Like many pubescent girls, I was at the beginning of what I call my ugly duckling phase. I was tall, gangly, and very self-conscious. For me, the 1980s was defined by the young, nubile Brooke Shields who let nothing get between her and her Calvins.

The sex scenes in my well-thumbed copy of Scruples made my nightly soaks in the bath a sensual and sexual experience. It was during these evening soaks, I began to explore my body. This book’s steamy sex scenes helped me to explore and discover my body. Over time, my sexual confidence grew.

Throughout the eighties, my sexual explorations continued. Despite being sexually charged, I wasn’t interested in pursuing actual relationships with boys, or girls for that matter. My lapsed Catholic upbringing had done a great job of ensuring I was a good girl. Of course, like any young girl, I had girlish crushes on boys in my classroom. But I didn’t know how to turn my crushes into reality. So I kept fulfilling my sexual needs through literature.

2. Lady Chatterley’s Lover, D.H. Lawrence (1928)

By grade 8, I’d discovered a copy of D.H Lawrence’s Lady Chatterley’s Lover at my local library. I have no idea how I, a middle-class kid growing up in a suburban town, learned about D.H. Lawrence and his infamous book.

Remember this was a pre-Internet world. I can only assume there was a feature on famous censored books at my local library. Ever curious, I exercised my freedom by checking out a copy of Lady Chatterley’s Lover to discover what all the fuss was about.

I recall enjoying this book. But now I suspect this enjoyment wasn’t very deep and meaningful. Instead reading something adult and taboo before my friends made me feel like a sophisticated grownup.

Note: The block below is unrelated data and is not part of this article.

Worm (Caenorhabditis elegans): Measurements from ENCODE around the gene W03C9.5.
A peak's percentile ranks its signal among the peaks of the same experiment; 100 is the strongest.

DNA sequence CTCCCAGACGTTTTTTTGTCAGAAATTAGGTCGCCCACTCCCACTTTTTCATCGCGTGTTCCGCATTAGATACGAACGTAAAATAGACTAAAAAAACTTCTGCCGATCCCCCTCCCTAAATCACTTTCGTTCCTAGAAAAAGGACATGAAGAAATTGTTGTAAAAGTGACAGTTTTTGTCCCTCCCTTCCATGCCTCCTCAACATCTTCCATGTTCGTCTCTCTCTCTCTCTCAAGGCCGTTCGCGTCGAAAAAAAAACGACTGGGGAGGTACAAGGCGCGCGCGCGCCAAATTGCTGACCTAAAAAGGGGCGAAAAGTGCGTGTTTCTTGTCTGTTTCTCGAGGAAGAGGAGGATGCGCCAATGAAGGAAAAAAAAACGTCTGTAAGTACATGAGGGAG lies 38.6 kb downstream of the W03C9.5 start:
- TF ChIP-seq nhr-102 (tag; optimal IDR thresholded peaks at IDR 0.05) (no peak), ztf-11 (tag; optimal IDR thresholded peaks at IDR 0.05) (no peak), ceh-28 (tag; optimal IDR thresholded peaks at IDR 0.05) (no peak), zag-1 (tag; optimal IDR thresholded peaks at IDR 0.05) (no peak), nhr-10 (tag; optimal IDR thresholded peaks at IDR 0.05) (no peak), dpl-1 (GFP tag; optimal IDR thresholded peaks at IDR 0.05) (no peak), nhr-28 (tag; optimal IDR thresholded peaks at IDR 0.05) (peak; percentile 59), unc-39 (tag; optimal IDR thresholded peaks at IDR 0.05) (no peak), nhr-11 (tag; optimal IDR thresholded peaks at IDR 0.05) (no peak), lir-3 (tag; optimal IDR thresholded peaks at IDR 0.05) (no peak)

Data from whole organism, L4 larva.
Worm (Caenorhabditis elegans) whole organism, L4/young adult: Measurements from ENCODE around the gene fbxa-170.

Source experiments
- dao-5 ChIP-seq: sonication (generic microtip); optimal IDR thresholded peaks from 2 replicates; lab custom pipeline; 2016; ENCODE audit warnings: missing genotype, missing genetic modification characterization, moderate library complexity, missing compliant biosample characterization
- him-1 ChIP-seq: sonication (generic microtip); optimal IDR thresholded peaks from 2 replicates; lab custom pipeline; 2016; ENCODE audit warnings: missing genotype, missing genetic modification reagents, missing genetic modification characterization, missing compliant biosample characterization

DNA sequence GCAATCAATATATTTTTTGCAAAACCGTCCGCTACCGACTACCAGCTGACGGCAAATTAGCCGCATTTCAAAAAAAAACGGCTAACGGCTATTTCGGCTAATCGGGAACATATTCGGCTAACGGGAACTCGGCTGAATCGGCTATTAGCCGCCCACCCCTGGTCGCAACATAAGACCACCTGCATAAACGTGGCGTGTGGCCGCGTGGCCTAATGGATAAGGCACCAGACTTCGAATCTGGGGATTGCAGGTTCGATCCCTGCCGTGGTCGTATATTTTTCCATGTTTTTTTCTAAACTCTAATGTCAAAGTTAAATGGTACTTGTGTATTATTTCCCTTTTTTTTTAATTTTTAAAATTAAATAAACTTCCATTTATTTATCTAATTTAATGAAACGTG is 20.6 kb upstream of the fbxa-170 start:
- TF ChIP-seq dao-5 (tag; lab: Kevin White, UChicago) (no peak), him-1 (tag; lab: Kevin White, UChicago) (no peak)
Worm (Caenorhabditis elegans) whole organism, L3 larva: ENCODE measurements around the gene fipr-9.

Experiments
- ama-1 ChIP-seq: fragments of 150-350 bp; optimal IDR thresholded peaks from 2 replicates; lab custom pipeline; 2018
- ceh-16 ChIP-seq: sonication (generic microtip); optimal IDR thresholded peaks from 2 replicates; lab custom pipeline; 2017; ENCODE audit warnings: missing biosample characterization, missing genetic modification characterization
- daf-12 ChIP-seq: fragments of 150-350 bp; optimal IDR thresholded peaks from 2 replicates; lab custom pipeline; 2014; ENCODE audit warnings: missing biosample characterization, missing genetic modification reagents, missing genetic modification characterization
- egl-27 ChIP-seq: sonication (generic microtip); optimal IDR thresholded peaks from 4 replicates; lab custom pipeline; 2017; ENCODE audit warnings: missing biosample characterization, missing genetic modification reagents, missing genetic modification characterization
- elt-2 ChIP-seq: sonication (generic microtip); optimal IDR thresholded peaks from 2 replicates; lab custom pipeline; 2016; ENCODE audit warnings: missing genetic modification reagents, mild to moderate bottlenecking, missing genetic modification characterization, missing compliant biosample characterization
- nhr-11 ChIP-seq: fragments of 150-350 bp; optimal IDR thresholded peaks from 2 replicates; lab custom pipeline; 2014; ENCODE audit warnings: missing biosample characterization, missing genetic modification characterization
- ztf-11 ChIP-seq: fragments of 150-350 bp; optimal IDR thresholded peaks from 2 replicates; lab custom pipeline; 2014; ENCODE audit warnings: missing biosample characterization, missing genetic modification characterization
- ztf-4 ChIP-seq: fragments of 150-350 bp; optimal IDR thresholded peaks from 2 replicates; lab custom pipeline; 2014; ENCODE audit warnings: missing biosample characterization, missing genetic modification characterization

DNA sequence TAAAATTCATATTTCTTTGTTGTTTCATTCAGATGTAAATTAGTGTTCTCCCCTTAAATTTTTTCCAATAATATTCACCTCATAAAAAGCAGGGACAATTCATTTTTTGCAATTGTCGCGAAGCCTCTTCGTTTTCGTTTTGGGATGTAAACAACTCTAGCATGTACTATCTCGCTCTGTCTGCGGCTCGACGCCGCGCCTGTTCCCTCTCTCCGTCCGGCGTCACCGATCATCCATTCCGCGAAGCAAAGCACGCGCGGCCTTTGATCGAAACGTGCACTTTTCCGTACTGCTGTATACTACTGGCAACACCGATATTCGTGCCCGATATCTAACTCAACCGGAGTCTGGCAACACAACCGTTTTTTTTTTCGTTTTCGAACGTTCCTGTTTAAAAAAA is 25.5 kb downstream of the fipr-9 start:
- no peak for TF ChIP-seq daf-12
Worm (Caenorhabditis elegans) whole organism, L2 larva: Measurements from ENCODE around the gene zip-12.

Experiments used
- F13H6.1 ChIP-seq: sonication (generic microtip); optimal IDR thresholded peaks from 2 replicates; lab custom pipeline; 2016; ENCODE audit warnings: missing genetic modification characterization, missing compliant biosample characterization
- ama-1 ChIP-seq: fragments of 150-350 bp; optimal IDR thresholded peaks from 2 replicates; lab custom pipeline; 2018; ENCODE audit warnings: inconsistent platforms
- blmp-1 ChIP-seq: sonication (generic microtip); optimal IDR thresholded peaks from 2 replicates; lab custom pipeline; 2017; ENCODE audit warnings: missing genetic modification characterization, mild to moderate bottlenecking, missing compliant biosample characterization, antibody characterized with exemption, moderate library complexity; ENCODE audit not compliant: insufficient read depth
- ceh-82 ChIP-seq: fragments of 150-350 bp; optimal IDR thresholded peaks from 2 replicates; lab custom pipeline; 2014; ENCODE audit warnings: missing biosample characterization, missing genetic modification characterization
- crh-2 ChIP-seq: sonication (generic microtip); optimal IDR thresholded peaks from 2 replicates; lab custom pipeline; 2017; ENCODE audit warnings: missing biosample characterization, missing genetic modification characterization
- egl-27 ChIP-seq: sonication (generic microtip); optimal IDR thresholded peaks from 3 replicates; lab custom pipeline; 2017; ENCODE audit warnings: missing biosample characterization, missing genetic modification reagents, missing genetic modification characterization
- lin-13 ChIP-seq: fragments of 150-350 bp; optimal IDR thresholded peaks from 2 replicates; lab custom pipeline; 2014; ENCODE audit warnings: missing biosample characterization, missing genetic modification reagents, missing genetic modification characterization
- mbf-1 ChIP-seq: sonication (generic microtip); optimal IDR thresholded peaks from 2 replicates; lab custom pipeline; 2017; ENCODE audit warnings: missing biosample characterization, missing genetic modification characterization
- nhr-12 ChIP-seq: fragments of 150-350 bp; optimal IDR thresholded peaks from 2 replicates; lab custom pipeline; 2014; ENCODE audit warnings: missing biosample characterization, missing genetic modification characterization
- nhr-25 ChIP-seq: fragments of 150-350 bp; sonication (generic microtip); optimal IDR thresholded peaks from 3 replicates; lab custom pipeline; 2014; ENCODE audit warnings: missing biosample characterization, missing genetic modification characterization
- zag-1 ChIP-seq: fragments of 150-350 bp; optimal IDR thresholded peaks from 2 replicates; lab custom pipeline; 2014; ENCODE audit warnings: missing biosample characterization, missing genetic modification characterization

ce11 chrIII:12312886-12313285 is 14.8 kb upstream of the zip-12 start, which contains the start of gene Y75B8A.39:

Great, long-lasting relationships are those that are both intellectual and physical

Today, I read Lady Chatterley through the lens of a sexually experienced, married woman who is also a hotwife. I can fully appreciate what Lawrence meant when he wrote that some relationships can be “all mind” and some “all physical.” Great, long-lasting relationships are those that are both intellectual and physical. I’m sure my teenage mind must have skipped a few pages at this point in the book. Now that I’ve lived a lot, the wiser and much more experienced me now understands the insights Lawrence shared with his readers.

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As I entered high school, sex was on everyone’s mind.

My parents gave me my first clock radio. The clock was functional but the music on the radio opened my mind to a whole new world. Finally, I could listen to the music that interested me in the privacy of my bedroom.

Through radio, I discovered Freddie Mercury and Queen, David Bowie, Elton John, John Lennon, and Meatloaf and the list goes on.

The lyrics of popular songs expanded my mind. The often complex, cryptic lyrical references made me curious to explore the allusions behind the words. A lot of my spare time was spent looking up references to people and places referred to in songs like Solsbury Hill. Remember, this research was all done pre-Internet and often through encyclopedias and microfiche in my local library.